Asperger's Syndrome

Asperger's SyndromeAsperger’s Syndrome is a developmental disorder characterized by delays in social skills, communication, and imagination. It is similar to Autism. It falls under pervasive developmental disorders (PDD). It may also be a result of motor delays and cognitive trouble. For the most part, a child has a normal level of intelligence, and not all of them have difficulty communicating. Asperger’s Syndrome is a childhood disorder, but it is not diagnosed sometimes until adulthood. The disorder has no cure, but there are services available to help.

Symptoms of Asperger’s Syndrome

The symptoms vary among those with Asperger’s Syndrome. Not everyone will have the same symptoms. Not only do symptoms vary, but the severity of symptoms vary too. Antisocial behavior is one system. A person with this disorder has trouble making friends. They do not do well initiating conversation and seem socially awkward. As with autism, a person may have repetitive behaviors. A child also has a specific way of doing things. When it comes to eating, for instance, they do things the same way and do not deviate from that ritual. Communicating is usually difficult. It may not specifically be a language issue, but it could also be an issue related to lack of eye contact or the use of body language. Children are typically very curious. They are interested in almost everything. Those with Asperger’s have a small range of interest. They are interested in only a few things, and that is it. They have trouble broadening their horizon. The talent level of a person with Asperger’s can be remarkable. Many of them have a specific talent that puts them above the rest. Lastly, coordination is a problem. They are usually very clumsy and awkward.

Diagnosis of Asperger’s Syndrome

These symptoms are very similar to Autism; therefore, a thorough diagnosis has to be made. The main difference between Autism and Asperger’s is the intelligence level and language development. Diagnosis of Asperger’s is usually made after interactions within a school setting or at work. Some children carry the disorder into adulthood, where a diagnosis is made only after that person seeks help for other issues like depression and anxiety. Most diagnoses focus on social ability. Speaking is not a problem but the way that person communicates is odd. Communication is also focused on “I” instead of “You”. It is hard for that person to relate or understand your point of view.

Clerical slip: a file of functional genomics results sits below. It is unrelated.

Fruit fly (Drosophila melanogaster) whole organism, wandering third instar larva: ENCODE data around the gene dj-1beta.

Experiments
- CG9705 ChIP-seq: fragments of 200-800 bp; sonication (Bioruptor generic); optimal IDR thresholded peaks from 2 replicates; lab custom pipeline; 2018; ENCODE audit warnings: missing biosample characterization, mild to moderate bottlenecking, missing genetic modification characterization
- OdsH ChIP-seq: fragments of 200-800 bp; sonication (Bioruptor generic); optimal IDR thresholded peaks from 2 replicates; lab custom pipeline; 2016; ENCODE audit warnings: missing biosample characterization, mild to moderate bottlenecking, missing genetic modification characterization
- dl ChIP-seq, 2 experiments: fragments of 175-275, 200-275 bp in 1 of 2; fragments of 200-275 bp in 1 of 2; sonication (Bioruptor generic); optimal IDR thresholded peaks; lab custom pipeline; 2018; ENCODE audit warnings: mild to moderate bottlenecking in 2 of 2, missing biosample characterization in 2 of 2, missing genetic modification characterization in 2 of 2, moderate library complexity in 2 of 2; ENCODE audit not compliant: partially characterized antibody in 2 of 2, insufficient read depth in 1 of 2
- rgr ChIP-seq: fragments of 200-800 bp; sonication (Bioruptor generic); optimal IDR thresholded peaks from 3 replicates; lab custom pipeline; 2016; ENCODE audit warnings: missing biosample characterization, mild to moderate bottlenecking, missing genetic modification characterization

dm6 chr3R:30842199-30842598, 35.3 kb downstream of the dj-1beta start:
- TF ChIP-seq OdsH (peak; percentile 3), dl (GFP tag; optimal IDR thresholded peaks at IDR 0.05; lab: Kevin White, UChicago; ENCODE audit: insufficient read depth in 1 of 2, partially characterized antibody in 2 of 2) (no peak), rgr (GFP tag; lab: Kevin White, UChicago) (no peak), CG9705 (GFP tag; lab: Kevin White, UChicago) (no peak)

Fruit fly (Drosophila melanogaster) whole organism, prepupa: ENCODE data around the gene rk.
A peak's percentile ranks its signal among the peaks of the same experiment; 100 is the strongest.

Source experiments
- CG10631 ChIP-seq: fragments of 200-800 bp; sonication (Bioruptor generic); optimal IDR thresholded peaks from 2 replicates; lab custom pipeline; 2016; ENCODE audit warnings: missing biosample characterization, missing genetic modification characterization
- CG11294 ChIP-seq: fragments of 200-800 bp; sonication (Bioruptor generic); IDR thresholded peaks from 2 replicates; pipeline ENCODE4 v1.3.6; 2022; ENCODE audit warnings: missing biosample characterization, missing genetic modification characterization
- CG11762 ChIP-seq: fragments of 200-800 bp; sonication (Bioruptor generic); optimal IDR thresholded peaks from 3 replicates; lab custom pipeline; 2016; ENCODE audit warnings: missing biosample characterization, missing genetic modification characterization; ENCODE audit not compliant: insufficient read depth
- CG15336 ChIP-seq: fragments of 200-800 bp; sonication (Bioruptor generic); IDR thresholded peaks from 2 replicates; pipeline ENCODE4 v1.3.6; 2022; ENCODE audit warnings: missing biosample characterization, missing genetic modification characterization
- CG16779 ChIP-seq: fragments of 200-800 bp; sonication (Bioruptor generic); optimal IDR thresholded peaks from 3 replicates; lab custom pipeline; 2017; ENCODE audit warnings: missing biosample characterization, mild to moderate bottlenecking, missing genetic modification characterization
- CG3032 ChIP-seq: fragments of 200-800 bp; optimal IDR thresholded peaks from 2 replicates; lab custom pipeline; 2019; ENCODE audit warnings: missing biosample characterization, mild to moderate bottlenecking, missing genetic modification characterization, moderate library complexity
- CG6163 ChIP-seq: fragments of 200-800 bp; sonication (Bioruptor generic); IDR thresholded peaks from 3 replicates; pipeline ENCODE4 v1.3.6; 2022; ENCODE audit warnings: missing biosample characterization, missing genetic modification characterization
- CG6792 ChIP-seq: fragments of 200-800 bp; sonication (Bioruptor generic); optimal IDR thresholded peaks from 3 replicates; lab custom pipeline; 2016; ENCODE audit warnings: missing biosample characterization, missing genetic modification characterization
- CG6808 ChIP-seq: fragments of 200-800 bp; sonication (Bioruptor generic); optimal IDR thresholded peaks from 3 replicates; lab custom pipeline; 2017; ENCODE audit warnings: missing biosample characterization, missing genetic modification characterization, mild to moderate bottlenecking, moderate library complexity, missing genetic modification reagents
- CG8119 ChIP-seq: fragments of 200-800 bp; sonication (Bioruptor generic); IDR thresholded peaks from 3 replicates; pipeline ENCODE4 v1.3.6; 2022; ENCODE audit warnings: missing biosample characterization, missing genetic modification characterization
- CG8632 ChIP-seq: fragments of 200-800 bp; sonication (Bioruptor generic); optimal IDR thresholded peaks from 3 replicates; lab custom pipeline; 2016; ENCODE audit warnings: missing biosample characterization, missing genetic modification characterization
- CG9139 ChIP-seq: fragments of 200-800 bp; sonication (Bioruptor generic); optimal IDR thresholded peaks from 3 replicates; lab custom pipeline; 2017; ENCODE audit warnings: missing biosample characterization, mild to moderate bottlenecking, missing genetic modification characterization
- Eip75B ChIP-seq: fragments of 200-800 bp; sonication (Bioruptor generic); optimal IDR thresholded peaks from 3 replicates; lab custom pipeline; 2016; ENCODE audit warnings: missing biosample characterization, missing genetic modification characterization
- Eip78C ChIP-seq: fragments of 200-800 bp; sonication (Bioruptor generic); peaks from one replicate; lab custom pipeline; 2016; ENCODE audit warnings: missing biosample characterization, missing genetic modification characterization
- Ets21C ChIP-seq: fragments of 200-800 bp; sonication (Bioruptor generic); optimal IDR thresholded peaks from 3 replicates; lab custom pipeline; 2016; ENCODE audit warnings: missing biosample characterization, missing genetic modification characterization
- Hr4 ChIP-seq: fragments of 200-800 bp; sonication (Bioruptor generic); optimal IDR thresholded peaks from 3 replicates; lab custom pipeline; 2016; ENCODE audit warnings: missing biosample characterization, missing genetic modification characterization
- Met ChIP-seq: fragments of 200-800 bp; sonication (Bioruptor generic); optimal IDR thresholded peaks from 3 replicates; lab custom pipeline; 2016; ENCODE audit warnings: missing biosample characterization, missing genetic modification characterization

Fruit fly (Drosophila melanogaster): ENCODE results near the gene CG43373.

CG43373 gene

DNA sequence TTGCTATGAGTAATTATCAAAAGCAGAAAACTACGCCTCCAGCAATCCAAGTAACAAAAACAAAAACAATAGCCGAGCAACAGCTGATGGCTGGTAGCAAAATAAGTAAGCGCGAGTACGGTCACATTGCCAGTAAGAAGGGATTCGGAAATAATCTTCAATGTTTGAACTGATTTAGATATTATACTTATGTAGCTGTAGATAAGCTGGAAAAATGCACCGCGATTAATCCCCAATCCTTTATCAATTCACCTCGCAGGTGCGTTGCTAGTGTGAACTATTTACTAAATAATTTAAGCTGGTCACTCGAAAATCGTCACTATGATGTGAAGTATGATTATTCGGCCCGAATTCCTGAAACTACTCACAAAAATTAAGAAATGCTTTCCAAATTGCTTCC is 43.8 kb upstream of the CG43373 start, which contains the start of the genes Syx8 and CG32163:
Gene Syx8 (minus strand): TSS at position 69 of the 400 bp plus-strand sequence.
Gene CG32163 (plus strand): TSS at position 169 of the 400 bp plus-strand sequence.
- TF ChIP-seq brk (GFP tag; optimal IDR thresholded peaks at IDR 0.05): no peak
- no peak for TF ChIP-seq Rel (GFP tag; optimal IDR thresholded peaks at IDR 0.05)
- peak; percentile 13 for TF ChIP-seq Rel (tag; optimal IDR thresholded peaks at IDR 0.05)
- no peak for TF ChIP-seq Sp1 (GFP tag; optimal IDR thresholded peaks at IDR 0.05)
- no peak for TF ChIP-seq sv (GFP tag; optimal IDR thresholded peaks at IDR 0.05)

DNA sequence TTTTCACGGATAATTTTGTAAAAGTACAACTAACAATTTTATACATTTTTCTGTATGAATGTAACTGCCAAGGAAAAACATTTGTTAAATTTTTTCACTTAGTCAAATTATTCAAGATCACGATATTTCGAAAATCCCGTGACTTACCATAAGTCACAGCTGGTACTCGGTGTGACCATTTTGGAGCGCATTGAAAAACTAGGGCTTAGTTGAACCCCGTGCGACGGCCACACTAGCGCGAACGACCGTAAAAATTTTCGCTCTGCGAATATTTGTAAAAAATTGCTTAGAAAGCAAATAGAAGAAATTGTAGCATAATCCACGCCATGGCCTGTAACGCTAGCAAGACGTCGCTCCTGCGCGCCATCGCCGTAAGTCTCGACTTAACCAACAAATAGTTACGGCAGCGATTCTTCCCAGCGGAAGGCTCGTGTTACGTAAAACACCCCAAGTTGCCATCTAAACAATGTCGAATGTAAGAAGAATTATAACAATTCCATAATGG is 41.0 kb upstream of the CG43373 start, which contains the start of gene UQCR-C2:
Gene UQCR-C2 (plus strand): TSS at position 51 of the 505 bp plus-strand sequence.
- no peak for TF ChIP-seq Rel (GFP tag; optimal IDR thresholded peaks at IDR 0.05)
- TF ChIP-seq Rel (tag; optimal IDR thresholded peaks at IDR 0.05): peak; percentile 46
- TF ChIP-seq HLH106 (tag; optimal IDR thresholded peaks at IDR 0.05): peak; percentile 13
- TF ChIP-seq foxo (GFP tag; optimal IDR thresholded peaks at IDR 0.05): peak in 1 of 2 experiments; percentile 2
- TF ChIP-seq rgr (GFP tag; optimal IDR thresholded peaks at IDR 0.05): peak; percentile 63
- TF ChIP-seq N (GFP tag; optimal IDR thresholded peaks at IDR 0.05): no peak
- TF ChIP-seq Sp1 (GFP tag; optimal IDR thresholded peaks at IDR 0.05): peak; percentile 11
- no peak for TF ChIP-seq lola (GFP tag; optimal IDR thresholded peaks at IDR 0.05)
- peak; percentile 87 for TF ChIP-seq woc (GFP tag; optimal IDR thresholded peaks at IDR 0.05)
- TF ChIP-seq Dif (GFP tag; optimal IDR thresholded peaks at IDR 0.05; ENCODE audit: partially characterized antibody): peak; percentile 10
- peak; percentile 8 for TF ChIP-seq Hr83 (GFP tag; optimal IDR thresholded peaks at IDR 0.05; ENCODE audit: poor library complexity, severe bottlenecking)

Some specific diagnosis methods include both a physical and psychological exam. A physical exam may seem unnecessary, but it can be very helpful. Asperger's SyndromeCoordination lack and low muscle tone are part of a diagnosis. These physical problems can confirm the diagnosis. Blood tests are done as well just to make sure the child’s issues are not a result of abnormal vitamin levels.  A psychologist or psychiatrist make a further diagnosis. Neurologists are also able to make a diagnosis. These physicians do more thorough exams and may even use scans of the brain to help.

There is no specific cause of Asperger’s syndrome, but genetics seems to play a major role. Asperger’s is a unique yet uncommonly diagnosed disorder. It may not seem like it, but it is more common than Autism. Not knowing the exact number of those with the disease can only lead to speculation as it relates to prevalence. According to WebMD, 1 in 250 to about 1 in every 10.000 children may have the disease. This is an extremely wide range. As research develops, those numbers will become more specific. In most cases, Asperger’s syndrome is diagnosed between the ages of 2 and 6. These are the years that language and social develop occur. When a child is not hitting its developmental milestones, it is a sign of other problems.

Treating Asperger’s Syndrome

Treatment may include therapy, medication, or new forms of education. Treatment in children is always related to a change in education. Those with Asperger’s have special educational needs. They may not be less intelligent, but they learn differently and need teachers that can structure learning to suit them. Social skills training is important. Since there is a social awkwardness, learning how to engage in social behavior will help a child in the long run. Adults, in particular, may need therapy for their social skills. Socia therapy helps with both verbal and nonverbal communication. Functional therapy may also be necessary. Speech therapy help with language delays and physical therapy helps with coordination.
Asperger’s syndrome is a common disorder, but many of us are unfamiliar with it. It may initially be diagnosed with Autism or even ADHD. To get the best treatment, the proper diagnosis has to be made. You do not want to treat problems a child does not have. You also do not want to limit their ability to learn by teaching them in a way they cannot understand. There are no real causes or risk factors of Asperger’s syndrome. It is not a disorder that typically gets worse. Although, it cannot be cured, treatment can be very helpful. A child with Asperger’s syndrome can live a relatively normal life and be successful.


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